Think of the world’s greatest cities, and it’s the usually the public spaces that come to mind – the breezy parks, elegant squares, grand monuments and bustling streets which we pass on our way to and from home.
However, with the rapid rate of urban growth – especially in the developing world – it’s easy for governments to forgo the public realm altogether in order to squeeze in more housing, an extra office block, or to improve transport links. Developers may also be unwilling to take on the maintenance costs of incorporating public spaces in their projects, or may find the high cost of land makes it economically unviable to do so. It is often difficult to quantify the economic benefits of improving public spaces, meaning it compares badly on the balance sheet to more commercially-driven developments.
But there are many ways that well designed public spaces can generate substantial economic value:
Attract investment: As urban centres compete for investment, well maintained square, parks, gardens and public facilities can make all the difference in attracting new businesses. Families, students and tourists are also keen to move to areas with a better quality of life; these consumers will further boost the local economy.
Increase retail spending: Better public realm leads to higher footfall. This was seen in Coventry, where a programme of work ranging from a new civic square, pedestrianised streets and better signage to the introduction of an alcohol-free zone and better CCTV increased footfall in the town centre by 25% stimulating local businesses. In London, high street business turnover increases by anything from 5-15% following investment in a nearby public space.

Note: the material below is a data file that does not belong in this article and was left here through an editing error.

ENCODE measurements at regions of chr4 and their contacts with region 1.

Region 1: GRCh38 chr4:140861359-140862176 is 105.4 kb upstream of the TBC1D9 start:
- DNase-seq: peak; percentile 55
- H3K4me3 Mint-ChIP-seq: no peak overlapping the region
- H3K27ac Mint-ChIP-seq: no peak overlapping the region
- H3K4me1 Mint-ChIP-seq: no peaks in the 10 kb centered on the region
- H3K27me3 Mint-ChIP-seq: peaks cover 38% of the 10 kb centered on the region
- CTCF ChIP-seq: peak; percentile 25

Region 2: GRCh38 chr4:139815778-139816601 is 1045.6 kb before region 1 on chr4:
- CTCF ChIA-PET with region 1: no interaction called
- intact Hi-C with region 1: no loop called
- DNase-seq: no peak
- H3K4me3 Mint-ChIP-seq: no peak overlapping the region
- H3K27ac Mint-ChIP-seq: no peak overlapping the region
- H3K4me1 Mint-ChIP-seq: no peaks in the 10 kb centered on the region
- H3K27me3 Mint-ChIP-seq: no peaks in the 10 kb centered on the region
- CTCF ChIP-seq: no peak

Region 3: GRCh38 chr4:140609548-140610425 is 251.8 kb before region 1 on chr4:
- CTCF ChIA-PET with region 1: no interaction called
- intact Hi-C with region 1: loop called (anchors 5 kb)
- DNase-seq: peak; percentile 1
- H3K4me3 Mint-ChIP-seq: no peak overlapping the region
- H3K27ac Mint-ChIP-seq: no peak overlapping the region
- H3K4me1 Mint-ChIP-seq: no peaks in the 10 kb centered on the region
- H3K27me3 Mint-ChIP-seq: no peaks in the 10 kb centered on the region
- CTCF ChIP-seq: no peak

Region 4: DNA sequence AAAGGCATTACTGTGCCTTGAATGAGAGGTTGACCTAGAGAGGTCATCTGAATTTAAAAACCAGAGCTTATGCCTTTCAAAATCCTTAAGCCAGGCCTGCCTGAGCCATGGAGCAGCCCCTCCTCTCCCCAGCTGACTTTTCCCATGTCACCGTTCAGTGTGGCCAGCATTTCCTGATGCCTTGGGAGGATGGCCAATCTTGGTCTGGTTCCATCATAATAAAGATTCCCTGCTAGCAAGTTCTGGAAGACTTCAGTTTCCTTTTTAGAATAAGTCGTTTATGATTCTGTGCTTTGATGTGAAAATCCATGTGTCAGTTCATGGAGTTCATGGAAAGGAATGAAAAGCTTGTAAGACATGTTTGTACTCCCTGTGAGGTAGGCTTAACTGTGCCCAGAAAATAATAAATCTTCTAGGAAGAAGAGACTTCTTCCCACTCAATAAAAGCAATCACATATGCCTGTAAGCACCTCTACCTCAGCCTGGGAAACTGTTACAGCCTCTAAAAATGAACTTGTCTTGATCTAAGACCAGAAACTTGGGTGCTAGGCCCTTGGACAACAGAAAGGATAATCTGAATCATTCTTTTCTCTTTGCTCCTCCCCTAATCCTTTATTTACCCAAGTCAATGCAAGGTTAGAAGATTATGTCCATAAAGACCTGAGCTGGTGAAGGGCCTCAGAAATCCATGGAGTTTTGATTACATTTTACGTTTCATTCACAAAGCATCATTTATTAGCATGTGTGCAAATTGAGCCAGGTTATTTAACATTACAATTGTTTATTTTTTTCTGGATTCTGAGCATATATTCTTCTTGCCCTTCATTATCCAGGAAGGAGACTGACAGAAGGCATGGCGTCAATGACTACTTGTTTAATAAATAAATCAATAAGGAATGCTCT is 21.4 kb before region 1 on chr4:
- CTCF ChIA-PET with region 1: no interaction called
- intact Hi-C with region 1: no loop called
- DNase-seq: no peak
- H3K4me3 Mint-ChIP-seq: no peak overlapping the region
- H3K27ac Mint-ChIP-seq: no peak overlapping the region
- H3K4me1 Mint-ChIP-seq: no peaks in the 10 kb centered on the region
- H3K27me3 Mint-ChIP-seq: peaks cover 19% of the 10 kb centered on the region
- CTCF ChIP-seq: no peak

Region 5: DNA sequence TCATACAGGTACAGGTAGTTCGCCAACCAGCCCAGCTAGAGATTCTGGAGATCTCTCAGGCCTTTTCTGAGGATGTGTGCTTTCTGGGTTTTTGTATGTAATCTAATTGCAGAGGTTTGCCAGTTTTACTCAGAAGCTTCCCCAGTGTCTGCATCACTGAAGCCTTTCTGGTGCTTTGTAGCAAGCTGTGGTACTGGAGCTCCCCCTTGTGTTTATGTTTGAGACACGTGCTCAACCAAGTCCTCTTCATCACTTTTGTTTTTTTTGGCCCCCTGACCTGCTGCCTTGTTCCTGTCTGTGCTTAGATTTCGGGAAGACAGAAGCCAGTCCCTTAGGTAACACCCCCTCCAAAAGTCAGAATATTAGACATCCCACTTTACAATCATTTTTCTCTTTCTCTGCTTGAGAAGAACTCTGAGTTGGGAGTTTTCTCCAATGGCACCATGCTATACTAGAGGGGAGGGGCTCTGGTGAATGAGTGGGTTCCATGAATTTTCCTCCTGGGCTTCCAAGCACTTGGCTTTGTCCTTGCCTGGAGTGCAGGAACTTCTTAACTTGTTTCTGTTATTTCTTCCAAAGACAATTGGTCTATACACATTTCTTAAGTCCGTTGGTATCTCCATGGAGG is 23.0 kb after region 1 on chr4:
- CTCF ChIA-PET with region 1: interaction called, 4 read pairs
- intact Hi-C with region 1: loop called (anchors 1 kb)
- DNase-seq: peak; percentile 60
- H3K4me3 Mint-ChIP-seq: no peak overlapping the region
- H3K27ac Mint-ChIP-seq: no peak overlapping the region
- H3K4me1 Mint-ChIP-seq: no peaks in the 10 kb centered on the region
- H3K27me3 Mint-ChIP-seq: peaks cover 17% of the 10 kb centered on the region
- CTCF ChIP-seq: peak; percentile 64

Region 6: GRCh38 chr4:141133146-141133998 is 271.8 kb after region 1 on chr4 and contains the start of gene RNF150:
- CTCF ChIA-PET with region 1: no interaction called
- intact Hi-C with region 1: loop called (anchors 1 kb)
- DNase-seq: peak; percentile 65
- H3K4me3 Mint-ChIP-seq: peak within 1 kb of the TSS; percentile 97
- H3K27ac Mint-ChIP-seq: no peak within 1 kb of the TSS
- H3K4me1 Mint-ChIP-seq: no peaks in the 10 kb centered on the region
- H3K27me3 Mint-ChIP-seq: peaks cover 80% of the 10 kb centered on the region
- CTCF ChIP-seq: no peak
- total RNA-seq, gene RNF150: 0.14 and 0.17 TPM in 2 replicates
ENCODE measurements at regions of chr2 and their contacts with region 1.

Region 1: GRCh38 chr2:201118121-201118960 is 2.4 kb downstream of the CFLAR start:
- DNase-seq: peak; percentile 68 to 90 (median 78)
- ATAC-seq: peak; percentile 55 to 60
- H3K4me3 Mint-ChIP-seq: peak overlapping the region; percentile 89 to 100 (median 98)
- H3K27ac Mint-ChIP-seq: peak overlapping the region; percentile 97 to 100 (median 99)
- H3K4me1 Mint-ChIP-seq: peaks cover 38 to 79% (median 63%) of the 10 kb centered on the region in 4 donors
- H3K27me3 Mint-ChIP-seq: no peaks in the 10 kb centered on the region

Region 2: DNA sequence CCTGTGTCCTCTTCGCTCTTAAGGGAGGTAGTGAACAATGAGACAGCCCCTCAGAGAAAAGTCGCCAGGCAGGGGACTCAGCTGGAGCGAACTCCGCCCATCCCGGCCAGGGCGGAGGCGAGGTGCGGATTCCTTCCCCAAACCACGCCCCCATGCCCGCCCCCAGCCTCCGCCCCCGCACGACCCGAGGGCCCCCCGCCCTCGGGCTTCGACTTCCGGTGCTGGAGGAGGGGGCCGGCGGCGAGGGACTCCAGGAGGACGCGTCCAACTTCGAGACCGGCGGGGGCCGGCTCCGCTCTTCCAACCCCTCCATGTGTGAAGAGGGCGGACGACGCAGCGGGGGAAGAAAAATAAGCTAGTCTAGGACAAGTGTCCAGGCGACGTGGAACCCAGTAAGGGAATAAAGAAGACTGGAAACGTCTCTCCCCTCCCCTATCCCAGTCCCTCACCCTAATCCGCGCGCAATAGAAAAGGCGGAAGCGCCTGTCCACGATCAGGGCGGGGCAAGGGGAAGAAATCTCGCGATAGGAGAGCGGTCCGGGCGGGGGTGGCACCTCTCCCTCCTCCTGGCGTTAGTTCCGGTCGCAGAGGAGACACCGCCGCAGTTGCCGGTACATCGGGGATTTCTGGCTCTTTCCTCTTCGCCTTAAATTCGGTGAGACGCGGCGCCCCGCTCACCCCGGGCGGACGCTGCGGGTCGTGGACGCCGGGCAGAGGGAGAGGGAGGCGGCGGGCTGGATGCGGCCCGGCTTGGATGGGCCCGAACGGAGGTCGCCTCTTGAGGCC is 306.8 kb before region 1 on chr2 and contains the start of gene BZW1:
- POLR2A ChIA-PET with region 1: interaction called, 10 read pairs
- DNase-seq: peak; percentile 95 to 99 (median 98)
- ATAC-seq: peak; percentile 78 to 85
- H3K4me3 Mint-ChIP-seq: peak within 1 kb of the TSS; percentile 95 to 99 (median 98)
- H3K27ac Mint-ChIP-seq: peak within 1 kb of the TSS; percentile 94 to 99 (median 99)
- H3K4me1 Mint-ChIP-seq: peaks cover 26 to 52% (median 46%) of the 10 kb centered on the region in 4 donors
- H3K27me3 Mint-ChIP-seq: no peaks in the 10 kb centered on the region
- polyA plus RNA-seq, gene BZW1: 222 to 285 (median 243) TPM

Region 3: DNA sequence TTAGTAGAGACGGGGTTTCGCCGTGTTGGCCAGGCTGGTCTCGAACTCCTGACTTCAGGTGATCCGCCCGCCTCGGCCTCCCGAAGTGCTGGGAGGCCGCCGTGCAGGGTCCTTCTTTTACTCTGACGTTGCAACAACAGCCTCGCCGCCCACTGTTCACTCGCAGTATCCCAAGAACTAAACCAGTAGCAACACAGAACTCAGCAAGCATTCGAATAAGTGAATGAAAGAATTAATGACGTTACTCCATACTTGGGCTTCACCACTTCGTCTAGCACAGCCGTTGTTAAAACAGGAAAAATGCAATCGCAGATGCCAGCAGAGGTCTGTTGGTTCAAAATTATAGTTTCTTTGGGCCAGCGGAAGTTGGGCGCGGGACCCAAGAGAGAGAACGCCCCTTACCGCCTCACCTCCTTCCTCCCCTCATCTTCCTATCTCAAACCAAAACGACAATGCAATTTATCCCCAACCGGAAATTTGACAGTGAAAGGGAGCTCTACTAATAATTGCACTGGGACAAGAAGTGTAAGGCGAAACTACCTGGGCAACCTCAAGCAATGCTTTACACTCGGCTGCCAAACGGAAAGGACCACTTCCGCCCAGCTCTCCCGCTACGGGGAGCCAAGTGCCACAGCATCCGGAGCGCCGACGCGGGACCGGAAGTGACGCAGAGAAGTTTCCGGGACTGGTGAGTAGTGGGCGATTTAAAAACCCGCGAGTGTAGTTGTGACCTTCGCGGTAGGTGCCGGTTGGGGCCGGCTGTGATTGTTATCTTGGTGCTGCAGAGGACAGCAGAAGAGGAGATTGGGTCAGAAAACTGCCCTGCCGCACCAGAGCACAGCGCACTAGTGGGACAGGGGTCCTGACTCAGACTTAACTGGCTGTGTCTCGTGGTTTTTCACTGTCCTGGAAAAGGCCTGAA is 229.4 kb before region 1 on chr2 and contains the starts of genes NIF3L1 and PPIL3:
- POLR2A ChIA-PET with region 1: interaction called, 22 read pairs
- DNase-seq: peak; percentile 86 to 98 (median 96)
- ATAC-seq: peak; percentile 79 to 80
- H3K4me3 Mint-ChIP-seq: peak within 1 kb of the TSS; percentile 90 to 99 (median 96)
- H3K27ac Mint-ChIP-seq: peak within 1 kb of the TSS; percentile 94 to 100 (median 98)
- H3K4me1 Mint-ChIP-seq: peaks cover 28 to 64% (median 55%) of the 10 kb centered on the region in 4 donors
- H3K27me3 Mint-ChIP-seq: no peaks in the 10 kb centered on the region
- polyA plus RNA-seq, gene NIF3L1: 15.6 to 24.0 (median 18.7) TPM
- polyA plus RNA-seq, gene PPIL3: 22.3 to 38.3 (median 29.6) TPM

Spearhead regeneration: Good public spaces can be key in the development of neglected areas, providing a new focal point for inward investment. A recent example is the Highline in New York – an elevated park built on a 2.3km stretch of derelict rail line – which attracted 5M visitors a year since the last phase opened in 2014 and is credited with leading the regeneration of that part of the city.
Raise land value: Generous public spaces have been shown to raise property prices nearby. A study in the Netherlands showed that having a view of water can increase house prices by 10%, while in Berlin, close proximity to a playground increases land values by up to 16%. While this is positive news for homeowners, increased land values also means higher tax yields to central government when properties are bought and sold.
In addition to these direct economic benefits, there are several social and environmental benefits which have an indirect but sizeable impact on the economy:
Shape identity: Public spaces shape our cities and create community identity. They are the places where we are most likely to meet new people, which has social benefits and encourages the dynamism of our greatest cities.
Bring people together: Poorly-designed spaces can entrench segregation on sectarian, religious or economic lines, by reinforcing barriers between different neighbourhoods. These barriers can be reduced or eliminated by designing a public realm that is accessible to all.
Cut crime: Installing better lighting and CCTV can help to cut crime, as well as the fear of crime. Other interventions, such as street widening and developing programmes such as neighbourhood watch schemes can also have a positive effect.
Improve health: Green spaces provide a free resource for leisure activities, which in increasingly sedentary societies can help to reduce obesity and related conditions such as heart disease and diabetes. A well maintained public realm can also help to reduce stress, another key issue in our cities. The cumulative saving on health costs can be sizeable
Mitigate pollution: From tree-lined streets to major parks, urban greenery helps to reduce air and water pollution in cities, helping to make cities more attractive to live in and bringing health benefits too.
Many of these benefits are only apparent in the long term, so are neglected in favour of more immediate needs. Finding better ways of quantifying the indirect social and environmental benefits will help make the business case for investment in the public realm.
If forums such as Habitat III aim to promote sustainable cities and urban centres which promote health and prosperity, then the importance of public spaces must be on the agenda.